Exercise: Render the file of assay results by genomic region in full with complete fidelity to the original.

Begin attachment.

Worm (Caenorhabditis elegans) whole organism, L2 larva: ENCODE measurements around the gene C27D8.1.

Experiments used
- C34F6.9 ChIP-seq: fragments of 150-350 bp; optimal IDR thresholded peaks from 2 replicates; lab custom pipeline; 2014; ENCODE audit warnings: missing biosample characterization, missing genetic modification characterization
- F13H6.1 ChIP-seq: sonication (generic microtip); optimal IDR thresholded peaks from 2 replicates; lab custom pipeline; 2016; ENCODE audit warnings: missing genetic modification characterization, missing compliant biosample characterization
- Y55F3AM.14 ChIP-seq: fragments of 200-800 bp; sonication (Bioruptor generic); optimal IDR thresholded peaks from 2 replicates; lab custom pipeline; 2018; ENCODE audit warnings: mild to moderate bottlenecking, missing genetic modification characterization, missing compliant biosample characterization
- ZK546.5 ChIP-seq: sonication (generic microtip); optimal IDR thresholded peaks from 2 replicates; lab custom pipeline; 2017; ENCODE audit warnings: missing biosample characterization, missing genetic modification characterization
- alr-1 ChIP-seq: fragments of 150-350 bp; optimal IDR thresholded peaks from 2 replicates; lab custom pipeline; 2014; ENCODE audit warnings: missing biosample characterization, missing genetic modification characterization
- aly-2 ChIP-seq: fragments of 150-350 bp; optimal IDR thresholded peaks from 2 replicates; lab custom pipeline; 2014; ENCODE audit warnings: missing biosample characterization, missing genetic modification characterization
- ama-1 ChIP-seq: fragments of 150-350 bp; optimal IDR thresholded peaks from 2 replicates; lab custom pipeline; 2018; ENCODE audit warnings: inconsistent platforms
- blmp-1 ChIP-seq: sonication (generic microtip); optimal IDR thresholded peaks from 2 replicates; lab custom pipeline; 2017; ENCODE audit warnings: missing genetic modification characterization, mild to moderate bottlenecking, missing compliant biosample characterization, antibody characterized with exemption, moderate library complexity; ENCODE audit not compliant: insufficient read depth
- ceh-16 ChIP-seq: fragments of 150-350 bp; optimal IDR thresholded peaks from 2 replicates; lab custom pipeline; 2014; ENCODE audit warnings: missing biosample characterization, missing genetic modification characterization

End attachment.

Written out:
Worm (Caenorhabditis elegans) whole organism, L2 larva: ENCODE measurements around the gene C27D8.1.

Experiments used
- C34F6.9 ChIP-seq: fragments of 150-350 bp; optimal IDR thresholded peaks from 2 replicates; lab custom pipeline; 2014; ENCODE audit warnings: missing biosample characterization, missing genetic modification characterization
- F13H6.1 ChIP-seq: sonication (generic microtip); optimal IDR thresholded peaks from 2 replicates; lab custom pipeline; 2016; ENCODE audit warnings: missing genetic modification characterization, missing compliant biosample characterization
- Y55F3AM.14 ChIP-seq: fragments of 200-800 bp; sonication (Bioruptor generic); optimal IDR thresholded peaks from 2 replicates; lab custom pipeline; 2018; ENCODE audit warnings: mild to moderate bottlenecking, missing genetic modification characterization, missing compliant biosample characterization
- ZK546.5 ChIP-seq: sonication (generic microtip); optimal IDR thresholded peaks from 2 replicates; lab custom pipeline; 2017; ENCODE audit warnings: missing biosample characterization, missing genetic modification characterization
- alr-1 ChIP-seq: fragments of 150-350 bp; optimal IDR thresholded peaks from 2 replicates; lab custom pipeline; 2014; ENCODE audit warnings: missing biosample characterization, missing genetic modification characterization
- aly-2 ChIP-seq: fragments of 150-350 bp; optimal IDR thresholded peaks from 2 replicates; lab custom pipeline; 2014; ENCODE audit warnings: missing biosample characterization, missing genetic modification characterization
- ama-1 ChIP-seq: fragments of 150-350 bp; optimal IDR thresholded peaks from 2 replicates; lab custom pipeline; 2018; ENCODE audit warnings: inconsistent platforms
- blmp-1 ChIP-seq: sonication (generic microtip); optimal IDR thresholded peaks from 2 replicates; lab custom pipeline; 2017; ENCODE audit warnings: missing genetic modification characterization, mild to moderate bottlenecking, missing compliant biosample characterization, antibody characterized with exemption, moderate library complexity; ENCODE audit not compliant: insufficient read depth
- ceh-16 ChIP-seq: fragments of 150-350 bp; optimal IDR thresholded peaks from 2 replicates; lab custom pipeline; 2014; ENCODE audit warnings: missing biosample characterization, missing genetic modification characterization